Ironwood Pharma CEO Peter Hecht Breaks Silence on Company’s Big Biotech IPO

Xconomy Boston — 

Peter Hecht is finally able to speak to the press about Ironwood Pharmaceuticals‘s landmark initial public offering, breaking the silence he was required to keep until last week to comply with quiet-period rules. And the CEO of Cambridge, MA-based Ironwood gave Xconomy a front-row perspective on the most talked about biotech IPO in recent history.

Ironwood (NASDAQ:IRWD), based on the promise of its lead drug linaclotide for chronic constipation, raised $203 million in its maiden public offering last month—a rare feat for biotechs nowadays, in light of public investors’ general aversion to the risky deals. The question of how Ironwood succeeded where many previous biotechs attempting IPOs have failed is likely to be discussed in industry circles and business schools for years.

Hecht shed some light on that big question during an hour-long interview yesterday afternoon. The founding chief executive of Ironwood began by hitting some familiar notes on his management philosophy, mainly that his firm has taken a long-term view on the biotech business and works first in the interest of its investors. While those may sound like the cornerstones of any business strategy, the way Hecht and his team have put them into practice over the past dozen years have made Ironwood into one of only a handful of Massachusetts-based biotechs worth more than $1 billion.

According to Hecht, Ironwood was fortunate to have already met many of the major institutional investors focused on healthcare before it launched the road show for its first public offering last year. This meant that some of the investors were already well acquainted with the company before hearing Hecht and his colleagues’ IPO pitch. Also, four of the large public equities buyers that participated in the firm’s IPO were previous investors in the company, which had raised more than $300 million in private financings before filing papers in November 2009 to go public. “They knew what they were getting into,” Hecht says.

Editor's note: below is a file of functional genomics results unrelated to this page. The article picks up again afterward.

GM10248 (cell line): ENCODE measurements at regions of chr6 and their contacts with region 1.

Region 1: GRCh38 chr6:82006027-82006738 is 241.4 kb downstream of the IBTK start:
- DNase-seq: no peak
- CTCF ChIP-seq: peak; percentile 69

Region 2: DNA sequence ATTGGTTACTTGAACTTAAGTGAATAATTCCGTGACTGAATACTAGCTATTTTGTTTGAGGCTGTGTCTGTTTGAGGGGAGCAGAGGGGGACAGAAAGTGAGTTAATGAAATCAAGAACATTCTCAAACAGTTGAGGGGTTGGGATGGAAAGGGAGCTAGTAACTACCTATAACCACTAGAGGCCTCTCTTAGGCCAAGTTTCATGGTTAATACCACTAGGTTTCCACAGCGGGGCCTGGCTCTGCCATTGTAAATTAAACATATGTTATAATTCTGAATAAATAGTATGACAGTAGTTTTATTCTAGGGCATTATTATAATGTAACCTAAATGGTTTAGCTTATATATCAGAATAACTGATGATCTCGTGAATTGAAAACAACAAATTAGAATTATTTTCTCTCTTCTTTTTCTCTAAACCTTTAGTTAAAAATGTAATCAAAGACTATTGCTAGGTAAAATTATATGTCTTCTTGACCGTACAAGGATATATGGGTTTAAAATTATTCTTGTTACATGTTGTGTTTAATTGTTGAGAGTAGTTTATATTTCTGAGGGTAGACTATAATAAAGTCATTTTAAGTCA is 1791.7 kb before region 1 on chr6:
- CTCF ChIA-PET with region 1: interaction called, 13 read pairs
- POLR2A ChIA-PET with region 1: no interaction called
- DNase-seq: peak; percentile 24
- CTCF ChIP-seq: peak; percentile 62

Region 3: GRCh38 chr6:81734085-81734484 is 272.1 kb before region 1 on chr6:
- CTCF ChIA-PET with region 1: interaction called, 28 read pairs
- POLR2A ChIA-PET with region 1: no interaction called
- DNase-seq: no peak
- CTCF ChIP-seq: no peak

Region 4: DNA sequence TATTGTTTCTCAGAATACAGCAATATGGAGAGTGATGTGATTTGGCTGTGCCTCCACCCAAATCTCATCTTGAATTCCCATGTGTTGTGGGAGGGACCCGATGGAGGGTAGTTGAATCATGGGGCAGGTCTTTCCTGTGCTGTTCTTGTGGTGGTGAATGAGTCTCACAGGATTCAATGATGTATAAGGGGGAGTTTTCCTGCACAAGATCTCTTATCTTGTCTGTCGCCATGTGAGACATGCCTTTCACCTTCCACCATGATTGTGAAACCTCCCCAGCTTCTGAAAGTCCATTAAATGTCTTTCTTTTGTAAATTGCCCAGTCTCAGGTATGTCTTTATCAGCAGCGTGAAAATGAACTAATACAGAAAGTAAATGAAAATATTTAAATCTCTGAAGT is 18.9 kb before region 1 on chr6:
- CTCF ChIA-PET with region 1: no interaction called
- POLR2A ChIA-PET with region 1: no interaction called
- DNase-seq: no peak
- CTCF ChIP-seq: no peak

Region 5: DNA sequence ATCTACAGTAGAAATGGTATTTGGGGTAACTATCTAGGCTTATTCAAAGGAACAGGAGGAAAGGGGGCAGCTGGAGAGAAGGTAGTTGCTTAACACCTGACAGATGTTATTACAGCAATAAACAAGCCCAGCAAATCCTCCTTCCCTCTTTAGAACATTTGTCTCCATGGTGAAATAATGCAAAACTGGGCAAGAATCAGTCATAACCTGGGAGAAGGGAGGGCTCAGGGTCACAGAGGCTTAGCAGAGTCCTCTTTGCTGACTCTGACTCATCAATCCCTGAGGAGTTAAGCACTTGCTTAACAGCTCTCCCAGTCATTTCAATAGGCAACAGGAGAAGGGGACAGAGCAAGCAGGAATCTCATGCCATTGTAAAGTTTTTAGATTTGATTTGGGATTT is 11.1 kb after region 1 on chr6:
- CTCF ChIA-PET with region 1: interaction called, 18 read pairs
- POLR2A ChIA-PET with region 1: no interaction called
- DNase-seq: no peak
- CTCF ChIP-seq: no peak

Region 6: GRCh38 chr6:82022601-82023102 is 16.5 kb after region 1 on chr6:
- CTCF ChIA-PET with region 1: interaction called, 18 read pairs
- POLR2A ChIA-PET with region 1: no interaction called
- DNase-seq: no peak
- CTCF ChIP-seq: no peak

Ironwood’s ability as a private company to raise money from traditionally public investment outfits—including Ridgeback Capital, Morgan Stanley Investment Management, Jennison, Maverick Capital, and Invus—helped the firm support its operations for the past five years without having to do an IPO. (Fidelity Biosciences, Polaris Venture Partners, and Venrock Associates were venture backers of Ironwood.) As Hecht notes, the company probably wouldn’t have been able to raise as much as it did in its IPO without the support of those investors as it advanced linaclotide to its current pivotal phase. During the past three years, the firm has also found partners to help commercialize linaclotide around the world: New York-based Forest Laboratories (U.S.); Spain’s Laboratorios Almirall (Europe); and Japanese drug-maker Astellas Pharma (Asia).

Indeed, the main attraction to Ironwood is linaclotide, which was the subject of utmost interest to investors during the firm’s IPO road show. The firm reported late last year that the drug passed two pivotal trials as a treatment for chronic constipation, and in the second half of this year the company is expected to deliver results of two more pivotal trials of the drug for treating constipation relate to irritable bowel syndrome. The company has estimated that up to 46 million Americans suffer from these conditions, and existing treatments haven’t been able to fully alleviate the abdominal pain and other symptoms these people experience. So the market for the firm’s experimental drug is significant.

“Back in July of last year when we started thinking about doing this [IPO], there was a general sense that this was a very good … Next Page »

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2 responses to “Ironwood Pharma CEO Peter Hecht Breaks Silence on Company’s Big Biotech IPO”

  1. Tillman Gerngrosstillman gerngross says:

    Peter has done a remarkable job positioning Ironwood in a very challenging environment. Ironwood’s success demonstrates that even in a “bad economy” great companies can do very well.